A panel of experts recently gathered and addressed an audience at Yale Law School, calling for an effective strategy to ensure fast action on the climate change.
Moderated by Yale Law School Professor Douglas Kysar the panel featured Caleb Christopher, the attorney to the UN Mission to the Marshall Islands, David Doniger, Natural Resources Defense Council policy director, Steven Ferry, Suffolk University Professor and Dan Esty, Professor at Yale Law School and Yale School of Forestry and Environmental Studies.
The panel discussed the present and future of international climate change regulation.
Esty said while countries like Mexico, Brazil and South Africa stood ready to take action after Copenhagen, the United States’ leadership is integral part in ensuring progress.
“You cannot get a deal done if the U.S. does not put a deal on the table,” Esty said.
Doniger, who called himself an optimist, spoke about what Copenhagen managed to achieve, despite the general conclusion that it was a failure. Doniger stated that a lot of important steps have been taken; countries like South Africa, China and North Korea have committed to reduce emissions, which would have been unimaginable a few years ago.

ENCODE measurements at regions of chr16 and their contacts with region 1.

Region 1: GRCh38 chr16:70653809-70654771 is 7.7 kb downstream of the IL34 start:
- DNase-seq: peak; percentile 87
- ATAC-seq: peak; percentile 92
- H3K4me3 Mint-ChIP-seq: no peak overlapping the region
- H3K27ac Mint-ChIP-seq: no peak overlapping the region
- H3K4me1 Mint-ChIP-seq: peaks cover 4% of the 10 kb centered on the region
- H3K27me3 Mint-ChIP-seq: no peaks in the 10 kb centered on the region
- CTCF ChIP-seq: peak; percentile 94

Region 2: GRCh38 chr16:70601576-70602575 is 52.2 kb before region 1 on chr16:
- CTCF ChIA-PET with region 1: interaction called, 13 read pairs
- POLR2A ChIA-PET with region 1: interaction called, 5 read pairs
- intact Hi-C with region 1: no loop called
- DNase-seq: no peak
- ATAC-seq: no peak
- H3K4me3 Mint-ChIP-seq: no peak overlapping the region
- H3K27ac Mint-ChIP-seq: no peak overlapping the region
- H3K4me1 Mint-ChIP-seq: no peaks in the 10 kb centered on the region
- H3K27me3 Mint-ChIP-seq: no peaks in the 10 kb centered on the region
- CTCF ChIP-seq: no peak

Ferry, who is an advisor on privatization for the World Bank, emphasized the role that India and China play in reducing carbon dioxide emissions. In the past 15 years, China’s carbon dioxide emissions have doubled, he said. He added that even if all other countries in the world were to reduce their emission levels, without China, it would still be hard to achieve the targets.
Christopher focused on the urgent need for action, especially for small nations. Although the Pacific Nation of the Marshall Islands was one of the most vocal supporters of the Copenhagen conference, they need the help of large nations he said.